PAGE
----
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See Inside May 2008

Antigravity: Catalogue Gizmos of Questionable Efficacy

Catalogues provide the weary traveler with hi-tech gizmos galore



Matt Collins

I was on the train going north from New York City recently, heading to Boston for the annual conference of the American Association for the Advancement of Science (AAAS). But there was already science and technology galore right in front of me: a copy of one of those catalogues that hawks fancy, state-of-the-art goodies. I picked it up and lost myself in today’s fabulous world of tomorrow.

For example, there was a product that could “instantly eliminate the appearance of baldness and thinning hair” with “keratin protein fibers.” You just shake the fibers onto your head, like salt. Or pepper, if your thinning hair’s not gray yet. The little fibers allegedly stick to your remaining shafts for some undisclosed period, making your hair seem thicker, fuller and more metastatic. Price: a hair-raising $23 for a third of an ounce.

Then there was the full-page ad, with lots of small type, for shock-absorbing shoes that combine inflatable tire technology with actual “lightweight energy reciprocating” springs in the heels. You see, the springs act as “the main engine of the sole using your body’s weight as fuel for lift.” As the ad explained, “It’s almost as if Aeolus, the Greek god of wind, himself has taken his powerful wind out of his bottles and put it into each pair.” Almost. Prices: ranging from a breezy $120 to a lofty $220.

A few pages down, sound waves met water waves in the ultimate beachfront and poolside iPod accessory, the waterproof stereo system. Your iPod fits inside a “shatterproof polycarbonate case [that] tightly seals against water and sand.” The entire unit floats on the water’s surface, finally enabling your musical taste to uplift all within earshot in an aqueous environment. What really sold me, though, was: “Includes shoulder straps.” When the resulting backpack carries a video iPod, the wearer-watcher turns, literally, into a perpetual-motion machine. Price: cresting at $149.

The following page featured an automatic coin sorter that can  “drop 312 coins a minute into the appropriate wrappers.” Price: 17,900 pennies, with a set of assorted coin wrappers going for an additional 1,900 cents.

Next I found an ingenious piece of equipment for getting rid of love handles. This low-to-the-ground device includes handlebars up front and kneepads in back. You mount the thing and twist side to side parallel to the ground. With its low profile, however, this unit takes a backseat to the typical exercise bike as a practical place to drip-dry clothes. Price: a contorted $199.95.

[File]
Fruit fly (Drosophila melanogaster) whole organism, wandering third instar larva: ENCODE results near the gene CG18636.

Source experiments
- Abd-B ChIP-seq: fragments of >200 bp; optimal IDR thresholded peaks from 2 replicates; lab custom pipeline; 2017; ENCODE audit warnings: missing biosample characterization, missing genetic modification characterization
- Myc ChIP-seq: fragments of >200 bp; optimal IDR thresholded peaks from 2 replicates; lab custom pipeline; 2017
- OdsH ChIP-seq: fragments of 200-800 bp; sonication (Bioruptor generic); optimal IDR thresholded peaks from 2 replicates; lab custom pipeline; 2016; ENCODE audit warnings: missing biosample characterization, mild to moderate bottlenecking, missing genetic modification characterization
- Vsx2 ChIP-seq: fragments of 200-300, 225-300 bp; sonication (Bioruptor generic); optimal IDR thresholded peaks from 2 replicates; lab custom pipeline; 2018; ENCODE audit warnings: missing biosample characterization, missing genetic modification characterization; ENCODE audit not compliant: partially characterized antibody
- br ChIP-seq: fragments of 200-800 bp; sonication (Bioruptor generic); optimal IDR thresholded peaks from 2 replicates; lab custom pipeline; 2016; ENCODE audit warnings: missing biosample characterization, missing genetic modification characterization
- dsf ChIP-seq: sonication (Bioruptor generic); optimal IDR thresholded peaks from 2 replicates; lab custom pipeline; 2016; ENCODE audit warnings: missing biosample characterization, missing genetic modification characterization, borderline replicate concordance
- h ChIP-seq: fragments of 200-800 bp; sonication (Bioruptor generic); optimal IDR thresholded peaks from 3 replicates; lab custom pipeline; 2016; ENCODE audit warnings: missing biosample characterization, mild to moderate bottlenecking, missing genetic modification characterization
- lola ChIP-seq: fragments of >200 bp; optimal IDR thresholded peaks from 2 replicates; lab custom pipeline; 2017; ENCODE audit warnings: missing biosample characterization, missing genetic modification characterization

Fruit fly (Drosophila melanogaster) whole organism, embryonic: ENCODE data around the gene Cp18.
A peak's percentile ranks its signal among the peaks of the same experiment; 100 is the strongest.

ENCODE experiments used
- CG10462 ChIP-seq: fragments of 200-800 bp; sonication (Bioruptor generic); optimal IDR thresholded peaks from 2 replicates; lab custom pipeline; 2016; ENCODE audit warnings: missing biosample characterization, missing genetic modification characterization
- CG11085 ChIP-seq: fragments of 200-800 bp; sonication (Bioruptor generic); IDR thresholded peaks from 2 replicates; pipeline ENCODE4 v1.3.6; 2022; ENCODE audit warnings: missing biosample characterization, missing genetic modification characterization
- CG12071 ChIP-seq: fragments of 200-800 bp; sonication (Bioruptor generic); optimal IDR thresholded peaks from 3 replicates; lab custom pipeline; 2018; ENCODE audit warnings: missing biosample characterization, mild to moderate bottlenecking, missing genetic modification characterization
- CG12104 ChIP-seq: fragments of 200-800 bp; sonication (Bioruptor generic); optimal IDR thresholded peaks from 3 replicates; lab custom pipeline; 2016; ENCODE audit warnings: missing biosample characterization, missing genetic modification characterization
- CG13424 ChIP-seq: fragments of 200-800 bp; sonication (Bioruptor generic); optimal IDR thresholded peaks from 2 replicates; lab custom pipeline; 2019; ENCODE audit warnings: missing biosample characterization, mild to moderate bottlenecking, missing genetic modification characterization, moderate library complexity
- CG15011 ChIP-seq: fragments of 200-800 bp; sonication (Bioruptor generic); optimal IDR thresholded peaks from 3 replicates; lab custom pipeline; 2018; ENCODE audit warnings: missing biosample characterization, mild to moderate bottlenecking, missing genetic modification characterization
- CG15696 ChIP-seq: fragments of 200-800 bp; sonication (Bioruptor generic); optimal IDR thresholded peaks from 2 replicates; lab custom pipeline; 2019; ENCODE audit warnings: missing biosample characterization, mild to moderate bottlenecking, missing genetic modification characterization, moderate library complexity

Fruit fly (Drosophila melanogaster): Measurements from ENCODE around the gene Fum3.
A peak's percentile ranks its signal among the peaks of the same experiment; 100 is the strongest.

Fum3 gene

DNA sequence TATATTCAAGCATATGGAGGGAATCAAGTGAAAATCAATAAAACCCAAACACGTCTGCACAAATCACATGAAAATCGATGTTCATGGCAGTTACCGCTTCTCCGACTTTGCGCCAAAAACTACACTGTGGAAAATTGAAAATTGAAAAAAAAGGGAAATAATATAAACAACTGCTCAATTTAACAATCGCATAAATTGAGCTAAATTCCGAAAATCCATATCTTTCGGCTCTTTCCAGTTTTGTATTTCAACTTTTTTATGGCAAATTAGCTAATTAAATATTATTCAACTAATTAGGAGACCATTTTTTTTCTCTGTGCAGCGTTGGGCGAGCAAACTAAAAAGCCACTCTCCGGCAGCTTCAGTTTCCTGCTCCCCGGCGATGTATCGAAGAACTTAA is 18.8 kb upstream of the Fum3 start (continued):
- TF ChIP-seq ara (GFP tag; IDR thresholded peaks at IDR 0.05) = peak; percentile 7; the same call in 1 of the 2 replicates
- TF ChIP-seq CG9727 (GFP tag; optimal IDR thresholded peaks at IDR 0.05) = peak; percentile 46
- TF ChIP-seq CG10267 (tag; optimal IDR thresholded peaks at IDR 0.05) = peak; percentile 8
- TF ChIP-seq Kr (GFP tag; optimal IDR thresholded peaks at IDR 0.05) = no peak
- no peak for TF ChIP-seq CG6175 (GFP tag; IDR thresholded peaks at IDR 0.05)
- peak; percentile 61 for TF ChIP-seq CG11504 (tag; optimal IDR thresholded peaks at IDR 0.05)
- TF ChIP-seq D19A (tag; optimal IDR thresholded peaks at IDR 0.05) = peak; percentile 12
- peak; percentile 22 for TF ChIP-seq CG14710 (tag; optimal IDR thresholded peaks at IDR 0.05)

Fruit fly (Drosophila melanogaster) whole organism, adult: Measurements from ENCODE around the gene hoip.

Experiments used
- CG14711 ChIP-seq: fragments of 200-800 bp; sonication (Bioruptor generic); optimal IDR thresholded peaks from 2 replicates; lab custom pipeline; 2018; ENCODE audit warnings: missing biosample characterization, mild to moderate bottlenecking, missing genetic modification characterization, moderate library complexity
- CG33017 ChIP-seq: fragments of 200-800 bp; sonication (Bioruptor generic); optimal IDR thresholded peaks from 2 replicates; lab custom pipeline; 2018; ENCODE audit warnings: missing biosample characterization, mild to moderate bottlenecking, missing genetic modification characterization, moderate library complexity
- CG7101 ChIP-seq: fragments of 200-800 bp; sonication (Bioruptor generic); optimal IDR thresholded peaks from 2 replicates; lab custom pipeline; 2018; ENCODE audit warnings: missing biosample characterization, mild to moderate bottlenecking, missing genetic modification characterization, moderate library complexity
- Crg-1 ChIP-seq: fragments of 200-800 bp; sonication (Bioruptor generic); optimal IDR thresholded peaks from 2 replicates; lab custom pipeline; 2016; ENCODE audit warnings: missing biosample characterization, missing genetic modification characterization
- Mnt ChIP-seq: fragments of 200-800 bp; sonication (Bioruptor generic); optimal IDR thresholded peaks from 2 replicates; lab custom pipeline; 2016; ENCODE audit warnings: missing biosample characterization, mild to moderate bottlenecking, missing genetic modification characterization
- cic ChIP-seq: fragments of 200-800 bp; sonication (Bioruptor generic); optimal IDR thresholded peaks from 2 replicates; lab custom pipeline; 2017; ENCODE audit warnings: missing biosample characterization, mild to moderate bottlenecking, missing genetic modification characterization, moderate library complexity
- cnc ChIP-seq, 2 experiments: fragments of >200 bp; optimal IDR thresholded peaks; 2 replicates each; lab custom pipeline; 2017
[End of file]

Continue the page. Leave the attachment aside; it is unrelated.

Want to gauge your ability to drive before leaving the local watering hole? Try the personal alcohol breath analyzer with an “advanced semiconductor sensor.” This digital alcohol monitor has an “upgraded foolproof design.” But no design can protect against technology’s greatest challenge: a sufficiently inebriated operator. Price: close enough to try driving it at $139.95.

Then there was the “six-way power station” that can melt all your personal electronic devices simultaneously using only one wall outlet. Price: a shocking $99.95.

Past the pages of automatic watch winders, alarm clocks that actually launch rotors into the air and a gun that shoots marshmallows, I arrived at the solar-powered mole repeller. As opposed to the solar-powered mole creator, a.k.a. skin. This stake comes with a photovoltaic panel that powers a penetrating pulse guaranteed to drive the pesky critters over to your neighbor’s garden. Price: gopher it at $39.99.

How to get amplified sound and a more youthful appearance? A hearing aid disguised as a cell-phone Bluetooth receiver. Because all the most happening youthful playas strive to look like Borg drones. Price: a resistibly futile $39.99.

Your laptop can finally be good for something at Starbucks other than storing your unpublished novel, when you attach the USB-powered “tech-savvy travel mug” that keeps coffee hot. Price: a tall $19.99.

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